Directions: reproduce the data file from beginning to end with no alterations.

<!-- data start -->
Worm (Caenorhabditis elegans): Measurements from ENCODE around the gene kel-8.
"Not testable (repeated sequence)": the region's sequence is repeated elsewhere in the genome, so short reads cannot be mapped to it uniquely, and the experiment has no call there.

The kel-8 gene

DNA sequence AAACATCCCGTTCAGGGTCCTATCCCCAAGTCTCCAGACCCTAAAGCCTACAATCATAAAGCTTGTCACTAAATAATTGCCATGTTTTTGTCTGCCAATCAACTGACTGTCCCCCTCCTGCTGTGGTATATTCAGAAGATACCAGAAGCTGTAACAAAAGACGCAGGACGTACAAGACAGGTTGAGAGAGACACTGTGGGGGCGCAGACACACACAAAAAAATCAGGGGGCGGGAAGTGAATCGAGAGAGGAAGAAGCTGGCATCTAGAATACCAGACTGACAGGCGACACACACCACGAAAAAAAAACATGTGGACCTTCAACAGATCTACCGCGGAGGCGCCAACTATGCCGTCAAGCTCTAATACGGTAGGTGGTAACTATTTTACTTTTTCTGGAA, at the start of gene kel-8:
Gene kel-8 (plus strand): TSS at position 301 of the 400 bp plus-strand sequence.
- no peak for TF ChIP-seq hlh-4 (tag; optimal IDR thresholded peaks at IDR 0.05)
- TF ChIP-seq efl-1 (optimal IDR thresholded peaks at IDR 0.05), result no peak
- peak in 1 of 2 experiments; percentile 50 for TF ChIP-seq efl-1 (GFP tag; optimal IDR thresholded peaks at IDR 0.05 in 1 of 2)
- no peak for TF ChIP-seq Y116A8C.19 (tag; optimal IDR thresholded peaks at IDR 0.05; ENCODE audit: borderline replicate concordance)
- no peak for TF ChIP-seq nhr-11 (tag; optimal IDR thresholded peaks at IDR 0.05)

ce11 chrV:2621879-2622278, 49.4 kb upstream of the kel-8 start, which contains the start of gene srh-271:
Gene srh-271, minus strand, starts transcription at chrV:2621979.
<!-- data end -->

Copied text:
Worm (Caenorhabditis elegans): Measurements from ENCODE around the gene kel-8.
"Not testable (repeated sequence)": the region's sequence is repeated elsewhere in the genome, so short reads cannot be mapped to it uniquely, and the experiment has no call there.

The kel-8 gene

DNA sequence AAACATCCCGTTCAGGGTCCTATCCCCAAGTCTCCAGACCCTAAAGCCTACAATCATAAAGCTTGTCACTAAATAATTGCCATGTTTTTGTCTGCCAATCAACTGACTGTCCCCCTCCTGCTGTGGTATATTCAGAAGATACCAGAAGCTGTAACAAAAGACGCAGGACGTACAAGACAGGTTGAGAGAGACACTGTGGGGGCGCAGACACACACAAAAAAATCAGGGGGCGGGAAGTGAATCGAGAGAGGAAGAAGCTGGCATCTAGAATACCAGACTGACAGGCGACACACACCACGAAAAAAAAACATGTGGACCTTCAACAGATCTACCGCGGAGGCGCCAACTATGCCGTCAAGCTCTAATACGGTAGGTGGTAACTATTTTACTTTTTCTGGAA, at the start of gene kel-8:
Gene kel-8 (plus strand): TSS at position 301 of the 400 bp plus-strand sequence.
- no peak for TF ChIP-seq hlh-4 (tag; optimal IDR thresholded peaks at IDR 0.05)
- TF ChIP-seq efl-1 (optimal IDR thresholded peaks at IDR 0.05), result no peak
- peak in 1 of 2 experiments; percentile 50 for TF ChIP-seq efl-1 (GFP tag; optimal IDR thresholded peaks at IDR 0.05 in 1 of 2)
- no peak for TF ChIP-seq Y116A8C.19 (tag; optimal IDR thresholded peaks at IDR 0.05; ENCODE audit: borderline replicate concordance)
- no peak for TF ChIP-seq nhr-11 (tag; optimal IDR thresholded peaks at IDR 0.05)

ce11 chrV:2621879-2622278, 49.4 kb upstream of the kel-8 start, which contains the start of gene srh-271:
Gene srh-271, minus strand, starts transcription at chrV:2621979.